Competing interests
    No competing interests declared
  11. Alan P Koretsky

    Laboratory of Functional and Molecular Imaging, National Institute of Neurological Disorders and Stroke, National Institutes of Health, Bethesda, United States
    Contribution
    Conceptualization, Investigation, Methodology, Supervision, Writing - review and editing
    For correspondence
    koretskya@ninds.nih.gov
    Competing interests
    No competing interests declared
    ORCID icon "This ORCID iD identifies the author of this article:" 0000-0002-8085-4756

Funding

the Intramural Program of the National Institute of Neurological Disorders and Stroke (1ZIANS003047-15)

  • Alan P Koretsky

the Intramural Program of the National Institute of Neurological Disorders and Stroke (1ZIANS003112-13)

  • Dorian B McGavern

The funders had no role in study design, data collection and interpretation, or the decision to submit the work for publication.

Acknowledgements

This research was supported by the intramural program of the National Institute of Neurological Disorders and Stroke (NINDS), National Institutes of Health (NIH). The authors would like to thank Dr. Susan Cheng for the excellent EM work and Dr. Jasmin Herz for the valuable discussion during the development of T cell labeling and tracking method.

Version history

  1. Received: October 5, 2021
  2. Preprint posted: October 22, 2021 (view preprint)
  3. Accepted: May 5, 2022
  4. Accepted Manuscript published: May 5, 2022 (version 1)
  5. Version of Record published: May 13, 2022 (version 2)

Copyright

This is an open-access article, free of all copyright, and may be freely reproduced, distributed, transmitted, modified, built upon, or otherwise used by anyone for any lawful purpose. The work is made available under the Creative Commons CC0 public domain dedication.

Metrics

  • 628
    views
  • 99
    downloads
  • 2
    citations

Views, downloads and citations are aggregated across all versions of this paper published by eLife.

Download links

A two-part list of links to download the article, or parts of the article, in various formats.

Downloads (link to download the article as PDF)

Open citations (links to open the citations from this article in various online reference manager services)

Cite this article (links to download the citations from this article in formats compatible with various reference manager tools)

  1. Li Liu
  2. Steve Dodd
  3. Ryan D Hunt
  4. Nikorn Pothayee
  5. Tatjana Atanasijevic
  6. Nadia Bouraoud
  7. Dragan Maric
  8. E Ashley Moseman
  9. Selamawit Gossa
  10. Dorian B McGavern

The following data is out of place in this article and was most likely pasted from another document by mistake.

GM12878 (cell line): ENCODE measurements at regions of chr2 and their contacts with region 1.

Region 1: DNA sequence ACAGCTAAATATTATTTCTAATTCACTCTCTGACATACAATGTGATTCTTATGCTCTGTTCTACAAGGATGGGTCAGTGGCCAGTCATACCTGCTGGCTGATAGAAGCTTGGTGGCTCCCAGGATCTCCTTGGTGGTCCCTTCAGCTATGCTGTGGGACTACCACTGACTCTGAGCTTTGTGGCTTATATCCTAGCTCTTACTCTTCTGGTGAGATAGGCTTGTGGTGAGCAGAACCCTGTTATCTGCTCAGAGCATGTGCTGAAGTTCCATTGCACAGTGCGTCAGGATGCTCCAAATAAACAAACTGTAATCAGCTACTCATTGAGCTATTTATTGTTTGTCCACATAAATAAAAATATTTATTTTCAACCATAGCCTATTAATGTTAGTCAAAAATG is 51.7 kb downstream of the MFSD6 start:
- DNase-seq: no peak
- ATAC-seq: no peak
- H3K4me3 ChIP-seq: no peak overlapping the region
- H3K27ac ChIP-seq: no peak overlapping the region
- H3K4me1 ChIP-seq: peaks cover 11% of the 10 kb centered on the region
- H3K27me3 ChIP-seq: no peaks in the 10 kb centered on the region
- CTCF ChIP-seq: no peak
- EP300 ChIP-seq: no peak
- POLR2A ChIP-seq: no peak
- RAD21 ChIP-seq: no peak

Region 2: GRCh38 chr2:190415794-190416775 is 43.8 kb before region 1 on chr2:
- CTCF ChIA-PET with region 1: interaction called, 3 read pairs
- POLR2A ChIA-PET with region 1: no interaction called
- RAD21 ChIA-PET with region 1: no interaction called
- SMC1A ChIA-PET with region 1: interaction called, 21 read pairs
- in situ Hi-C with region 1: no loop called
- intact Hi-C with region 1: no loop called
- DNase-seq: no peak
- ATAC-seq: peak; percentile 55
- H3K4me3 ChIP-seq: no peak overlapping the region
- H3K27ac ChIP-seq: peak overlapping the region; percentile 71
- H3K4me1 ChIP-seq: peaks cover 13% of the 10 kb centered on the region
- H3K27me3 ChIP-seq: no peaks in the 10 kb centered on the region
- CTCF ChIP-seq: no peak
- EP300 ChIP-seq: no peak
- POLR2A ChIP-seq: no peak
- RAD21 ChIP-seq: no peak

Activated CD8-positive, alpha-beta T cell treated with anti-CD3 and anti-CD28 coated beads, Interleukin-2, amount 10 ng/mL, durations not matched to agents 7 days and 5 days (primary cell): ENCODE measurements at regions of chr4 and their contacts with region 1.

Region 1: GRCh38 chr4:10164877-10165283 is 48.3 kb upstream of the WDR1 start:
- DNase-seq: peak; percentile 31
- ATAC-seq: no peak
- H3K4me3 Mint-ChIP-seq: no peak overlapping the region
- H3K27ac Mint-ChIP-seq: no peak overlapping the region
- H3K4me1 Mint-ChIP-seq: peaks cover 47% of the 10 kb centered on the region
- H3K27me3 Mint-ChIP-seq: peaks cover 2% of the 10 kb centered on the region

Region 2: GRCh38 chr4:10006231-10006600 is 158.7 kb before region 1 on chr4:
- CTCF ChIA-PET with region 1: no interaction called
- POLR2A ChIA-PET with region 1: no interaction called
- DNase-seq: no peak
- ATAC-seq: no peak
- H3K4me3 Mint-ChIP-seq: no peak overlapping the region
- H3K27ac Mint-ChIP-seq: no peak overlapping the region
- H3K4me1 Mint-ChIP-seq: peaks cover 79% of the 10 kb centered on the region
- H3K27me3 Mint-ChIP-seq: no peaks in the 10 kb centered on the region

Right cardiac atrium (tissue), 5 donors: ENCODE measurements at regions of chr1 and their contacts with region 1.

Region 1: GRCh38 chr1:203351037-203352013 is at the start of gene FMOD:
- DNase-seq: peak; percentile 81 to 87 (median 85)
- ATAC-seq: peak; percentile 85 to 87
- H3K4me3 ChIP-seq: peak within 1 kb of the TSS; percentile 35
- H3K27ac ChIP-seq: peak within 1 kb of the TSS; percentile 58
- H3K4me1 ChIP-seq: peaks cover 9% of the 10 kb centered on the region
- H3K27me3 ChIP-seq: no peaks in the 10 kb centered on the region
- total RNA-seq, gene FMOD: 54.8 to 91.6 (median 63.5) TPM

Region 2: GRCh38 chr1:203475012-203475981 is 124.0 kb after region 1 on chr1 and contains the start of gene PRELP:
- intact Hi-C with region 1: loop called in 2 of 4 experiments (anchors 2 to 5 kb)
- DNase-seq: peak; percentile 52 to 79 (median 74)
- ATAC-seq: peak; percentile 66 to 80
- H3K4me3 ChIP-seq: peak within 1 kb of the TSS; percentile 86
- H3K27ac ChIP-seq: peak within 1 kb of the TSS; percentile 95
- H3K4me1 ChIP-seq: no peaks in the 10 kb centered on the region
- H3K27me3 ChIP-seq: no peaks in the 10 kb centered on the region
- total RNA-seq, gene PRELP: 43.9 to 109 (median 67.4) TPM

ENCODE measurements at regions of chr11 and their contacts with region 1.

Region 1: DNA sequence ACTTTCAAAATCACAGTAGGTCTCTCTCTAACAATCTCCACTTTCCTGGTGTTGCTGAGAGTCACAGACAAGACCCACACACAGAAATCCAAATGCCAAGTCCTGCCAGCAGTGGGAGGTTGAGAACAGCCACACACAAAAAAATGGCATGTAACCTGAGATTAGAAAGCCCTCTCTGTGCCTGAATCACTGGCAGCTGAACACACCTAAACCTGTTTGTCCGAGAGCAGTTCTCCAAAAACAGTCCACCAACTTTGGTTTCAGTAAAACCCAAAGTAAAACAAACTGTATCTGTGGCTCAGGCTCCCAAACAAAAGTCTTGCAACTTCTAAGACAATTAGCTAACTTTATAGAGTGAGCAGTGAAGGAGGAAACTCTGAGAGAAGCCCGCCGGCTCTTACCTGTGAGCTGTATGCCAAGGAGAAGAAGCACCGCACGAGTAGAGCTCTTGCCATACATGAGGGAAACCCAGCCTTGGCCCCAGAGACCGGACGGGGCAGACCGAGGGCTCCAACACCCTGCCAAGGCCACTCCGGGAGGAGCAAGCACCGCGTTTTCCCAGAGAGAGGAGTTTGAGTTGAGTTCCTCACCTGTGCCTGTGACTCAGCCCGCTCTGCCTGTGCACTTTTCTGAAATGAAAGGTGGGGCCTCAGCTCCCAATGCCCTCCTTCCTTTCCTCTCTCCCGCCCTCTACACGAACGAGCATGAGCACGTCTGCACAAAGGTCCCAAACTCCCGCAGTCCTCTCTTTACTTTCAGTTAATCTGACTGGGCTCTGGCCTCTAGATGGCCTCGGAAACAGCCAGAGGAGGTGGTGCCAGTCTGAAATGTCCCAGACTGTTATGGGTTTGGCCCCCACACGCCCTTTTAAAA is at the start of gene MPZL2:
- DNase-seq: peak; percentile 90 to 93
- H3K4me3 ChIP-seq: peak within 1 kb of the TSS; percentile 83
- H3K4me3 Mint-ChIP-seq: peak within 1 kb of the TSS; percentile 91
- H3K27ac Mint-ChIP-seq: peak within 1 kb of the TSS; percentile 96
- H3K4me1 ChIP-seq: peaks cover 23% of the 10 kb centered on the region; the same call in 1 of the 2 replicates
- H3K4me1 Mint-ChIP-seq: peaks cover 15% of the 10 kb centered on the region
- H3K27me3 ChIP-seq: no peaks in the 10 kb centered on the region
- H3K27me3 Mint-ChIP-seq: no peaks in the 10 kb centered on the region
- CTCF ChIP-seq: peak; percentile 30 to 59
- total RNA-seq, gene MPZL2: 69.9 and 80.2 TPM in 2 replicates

11. Alan P Koretsky
(2022)
Early detection of cerebrovascular pathology and protective antiviral immunity by MRI
eLife 11:e74462.
https://doi.org/10.7554/eLife.74462

Share this article

https://doi.org/10.7554/eLife.74462

Further reading

    1. Neuroscience
    Songyao Zhang, Tuo Zhang ... Tianming Liu
    Research Article

    Cortical folding is an important feature of primate brains that plays a crucial role in various cognitive and behavioral processes. Extensive research has revealed both similarities and differences in folding morphology and brain function among primates including macaque and human. The folding morphology is the basis of brain function, making cross-species studies on folding morphology important for understanding brain function and species evolution. However, prior studies on cross-species folding morphology mainly focused on partial regions of the cortex instead of the entire brain. Previously, our research defined a whole-brain landmark based on folding morphology: the gyral peak. It was found to exist stably across individuals and ages in both human and macaque brains. Shared and unique gyral peaks in human and macaque are identified in this study, and their similarities and differences in spatial distribution, anatomical morphology, and functional connectivity were also dicussed.

    1. Neuroscience
    Avani Koparkar, Timothy L Warren ... Lena Veit
    Research Article

    Complex skills like speech and dance are composed of ordered sequences of simpler elements, but the neuronal basis for the syntactic ordering of actions is poorly understood. Birdsong is a learned vocal behavior composed of syntactically ordered syllables, controlled in part by the songbird premotor nucleus HVC (proper name). Here, we test whether one of HVC’s recurrent inputs, mMAN (medial magnocellular nucleus of the anterior nidopallium), contributes to sequencing in adult male Bengalese finches (Lonchura striata domestica). Bengalese finch song includes several patterns: (1) chunks, comprising stereotyped syllable sequences; (2) branch points, where a given syllable can be followed probabilistically by multiple syllables; and (3) repeat phrases, where individual syllables are repeated variable numbers of times. We found that following bilateral lesions of mMAN, acoustic structure of syllables remained largely intact, but sequencing became more variable, as evidenced by ‘breaks’ in previously stereotyped chunks, increased uncertainty at branch points, and increased variability in repeat numbers. Our results show that mMAN contributes to the variable sequencing of vocal elements in Bengalese finch song and demonstrate the influence of recurrent projections to HVC. Furthermore, they highlight the utility of species with complex syntax in investigating neuronal control of ordered sequences.